The Germany Army conquered Denmark on April 9, 1940. Denmark had approximately 7,000 Jews.
The Nazis allowed Denmark to retain its king, ministry, and parliament, but the country was in effect governed by 85 German officials. As elsewhere, the Nazis immediately began to impose their anti-Jewish policy. The Danes not only protested this policy: they resisted successfully.
King Christian of Denmark wrote a personal letter to Adolph Hitler in October 1943 warning him against interning the Danish Jews. At first the Nazis chose not to press the issue because Danish neutrality was important to them. Denmark in fact served them as a "model Protectorate."
Nevertheless, in the spring of 1943, the head of the Nazi administration in Denmark convinced Berlin to implement the unenforced anti-Jewish policy. October 1 was the date set for deporting all Danish Jews. Alerted to the planned arrests, Jewish leaders took advantage of the Jewish New Year (when religious Jews were in synagogue) to warn the community. When the soldiers arrived, most Jews were hiding in the homes and farms of their fellow Danes.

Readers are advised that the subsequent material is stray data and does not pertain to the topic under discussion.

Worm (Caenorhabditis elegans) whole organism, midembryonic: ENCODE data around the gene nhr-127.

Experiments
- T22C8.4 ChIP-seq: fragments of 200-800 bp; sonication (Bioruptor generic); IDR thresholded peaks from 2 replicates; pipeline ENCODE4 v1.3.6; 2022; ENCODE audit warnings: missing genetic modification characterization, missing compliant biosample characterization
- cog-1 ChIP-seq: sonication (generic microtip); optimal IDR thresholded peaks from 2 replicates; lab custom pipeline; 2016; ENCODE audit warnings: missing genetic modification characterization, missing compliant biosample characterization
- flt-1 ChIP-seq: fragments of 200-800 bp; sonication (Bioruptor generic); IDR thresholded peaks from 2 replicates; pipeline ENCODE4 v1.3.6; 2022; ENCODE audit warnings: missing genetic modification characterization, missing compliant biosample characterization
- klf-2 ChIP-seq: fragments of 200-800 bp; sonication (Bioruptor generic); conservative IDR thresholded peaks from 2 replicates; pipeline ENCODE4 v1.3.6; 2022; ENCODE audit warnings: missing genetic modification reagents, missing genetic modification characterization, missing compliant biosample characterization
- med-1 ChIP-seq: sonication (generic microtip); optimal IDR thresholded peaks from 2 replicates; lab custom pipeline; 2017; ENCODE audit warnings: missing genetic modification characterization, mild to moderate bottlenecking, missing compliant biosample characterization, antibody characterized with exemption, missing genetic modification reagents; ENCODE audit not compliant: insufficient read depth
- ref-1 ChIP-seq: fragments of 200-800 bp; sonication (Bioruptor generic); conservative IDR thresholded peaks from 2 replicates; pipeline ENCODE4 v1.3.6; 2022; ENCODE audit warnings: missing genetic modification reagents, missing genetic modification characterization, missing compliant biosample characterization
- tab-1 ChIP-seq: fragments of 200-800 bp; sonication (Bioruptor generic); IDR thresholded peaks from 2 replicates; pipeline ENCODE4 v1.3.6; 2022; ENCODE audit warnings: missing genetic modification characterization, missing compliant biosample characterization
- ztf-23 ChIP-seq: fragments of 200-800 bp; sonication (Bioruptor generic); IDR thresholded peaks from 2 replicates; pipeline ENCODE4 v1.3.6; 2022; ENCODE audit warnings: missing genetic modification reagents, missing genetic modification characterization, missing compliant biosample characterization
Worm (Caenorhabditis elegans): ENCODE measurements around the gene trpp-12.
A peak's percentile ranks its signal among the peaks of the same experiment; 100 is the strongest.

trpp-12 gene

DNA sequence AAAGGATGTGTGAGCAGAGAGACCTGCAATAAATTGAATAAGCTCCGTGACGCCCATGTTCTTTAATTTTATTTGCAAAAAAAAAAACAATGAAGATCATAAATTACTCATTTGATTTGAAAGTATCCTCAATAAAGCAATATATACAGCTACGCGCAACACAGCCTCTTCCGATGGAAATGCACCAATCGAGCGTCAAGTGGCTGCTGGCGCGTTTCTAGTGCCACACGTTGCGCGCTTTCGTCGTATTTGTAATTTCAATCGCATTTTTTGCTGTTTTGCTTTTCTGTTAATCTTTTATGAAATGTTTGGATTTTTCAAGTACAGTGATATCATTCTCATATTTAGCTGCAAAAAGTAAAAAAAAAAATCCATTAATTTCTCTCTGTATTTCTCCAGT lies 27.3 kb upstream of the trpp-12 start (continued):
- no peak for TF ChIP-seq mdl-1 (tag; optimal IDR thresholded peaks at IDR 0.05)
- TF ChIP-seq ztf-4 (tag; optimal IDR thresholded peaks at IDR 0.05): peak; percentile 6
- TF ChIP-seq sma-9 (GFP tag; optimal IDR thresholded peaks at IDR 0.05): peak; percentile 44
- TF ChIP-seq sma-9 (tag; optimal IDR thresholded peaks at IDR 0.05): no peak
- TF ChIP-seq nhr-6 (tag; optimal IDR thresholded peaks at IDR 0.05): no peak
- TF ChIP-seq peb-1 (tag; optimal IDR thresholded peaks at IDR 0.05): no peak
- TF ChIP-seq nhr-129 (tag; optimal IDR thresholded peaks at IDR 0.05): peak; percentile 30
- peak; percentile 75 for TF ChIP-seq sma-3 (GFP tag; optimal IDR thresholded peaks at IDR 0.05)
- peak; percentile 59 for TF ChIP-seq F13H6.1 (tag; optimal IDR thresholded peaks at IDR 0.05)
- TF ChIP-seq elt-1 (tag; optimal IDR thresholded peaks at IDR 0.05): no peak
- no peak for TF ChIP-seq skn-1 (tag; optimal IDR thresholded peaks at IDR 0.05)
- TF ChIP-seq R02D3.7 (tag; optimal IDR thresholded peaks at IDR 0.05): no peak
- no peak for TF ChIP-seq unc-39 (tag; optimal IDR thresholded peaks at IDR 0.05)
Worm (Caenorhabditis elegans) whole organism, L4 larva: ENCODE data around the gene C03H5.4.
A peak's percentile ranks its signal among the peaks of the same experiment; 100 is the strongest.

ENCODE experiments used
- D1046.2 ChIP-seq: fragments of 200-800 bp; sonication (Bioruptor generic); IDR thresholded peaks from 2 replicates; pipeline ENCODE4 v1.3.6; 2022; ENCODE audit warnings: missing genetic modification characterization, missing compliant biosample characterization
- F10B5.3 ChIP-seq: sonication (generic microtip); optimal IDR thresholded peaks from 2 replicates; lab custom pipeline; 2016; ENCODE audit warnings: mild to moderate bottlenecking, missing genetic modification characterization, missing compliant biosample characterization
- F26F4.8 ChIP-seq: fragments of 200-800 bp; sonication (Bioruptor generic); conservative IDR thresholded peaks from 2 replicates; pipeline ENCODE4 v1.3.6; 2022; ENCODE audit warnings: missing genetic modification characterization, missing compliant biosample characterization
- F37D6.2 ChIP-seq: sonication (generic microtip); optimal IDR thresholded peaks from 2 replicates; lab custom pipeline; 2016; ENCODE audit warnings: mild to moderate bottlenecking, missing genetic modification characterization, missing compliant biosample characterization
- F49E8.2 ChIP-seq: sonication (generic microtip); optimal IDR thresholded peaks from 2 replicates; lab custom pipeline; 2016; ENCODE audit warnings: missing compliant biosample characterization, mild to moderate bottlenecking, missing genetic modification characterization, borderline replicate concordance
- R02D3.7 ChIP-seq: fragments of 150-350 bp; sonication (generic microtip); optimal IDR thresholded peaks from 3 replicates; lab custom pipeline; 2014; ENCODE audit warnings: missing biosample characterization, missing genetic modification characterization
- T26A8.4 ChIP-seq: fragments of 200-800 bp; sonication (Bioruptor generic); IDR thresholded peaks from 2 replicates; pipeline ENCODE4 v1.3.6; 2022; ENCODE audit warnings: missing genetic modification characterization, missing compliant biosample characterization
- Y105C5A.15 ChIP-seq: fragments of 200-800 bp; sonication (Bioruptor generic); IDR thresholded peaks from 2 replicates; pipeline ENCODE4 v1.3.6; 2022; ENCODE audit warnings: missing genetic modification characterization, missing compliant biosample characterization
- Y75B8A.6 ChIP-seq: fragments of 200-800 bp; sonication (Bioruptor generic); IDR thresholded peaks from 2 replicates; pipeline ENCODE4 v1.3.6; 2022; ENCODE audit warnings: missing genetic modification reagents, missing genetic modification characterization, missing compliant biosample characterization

For the next three weeks, Danes worked together to smuggle almost the entire Jewish population of Denmark across the Baltic to Sweden. Meanwhile the Danish government and churches publicly protested Nazi policy. Altogether 7,200 Jews were secretly taken to Sweden.
The Nazis inevitably captured some Danish Jews, fewer than 500, sending them to the camp at Theresienstadt (Czechoslovakia). Even then, the Danes attempted to trace the captured Jews. Indeed, on June 23, 1944 the Danish Red Cross arrived to inspect their living conditions. The public attention paid to these Danish Jews probably played a large part in their subsequent fate: unlike most Theresienstadt inmates, they were not sent to Auschwitz. Still, in an attempt to impress the Danish Red Cross with the uncrowded "ideal" camp at Theresienstadt, Adolph Eichmann had deported thousands of non-Danish Jews to Auschwitz, where they were gassed.
Just before the war ended, the Swedish Red Cross rescued the 500 Danish Jews from Theresienstadt and took them to Sweden with Scandinavian nationals. No Danish Jew perished in the Holocaust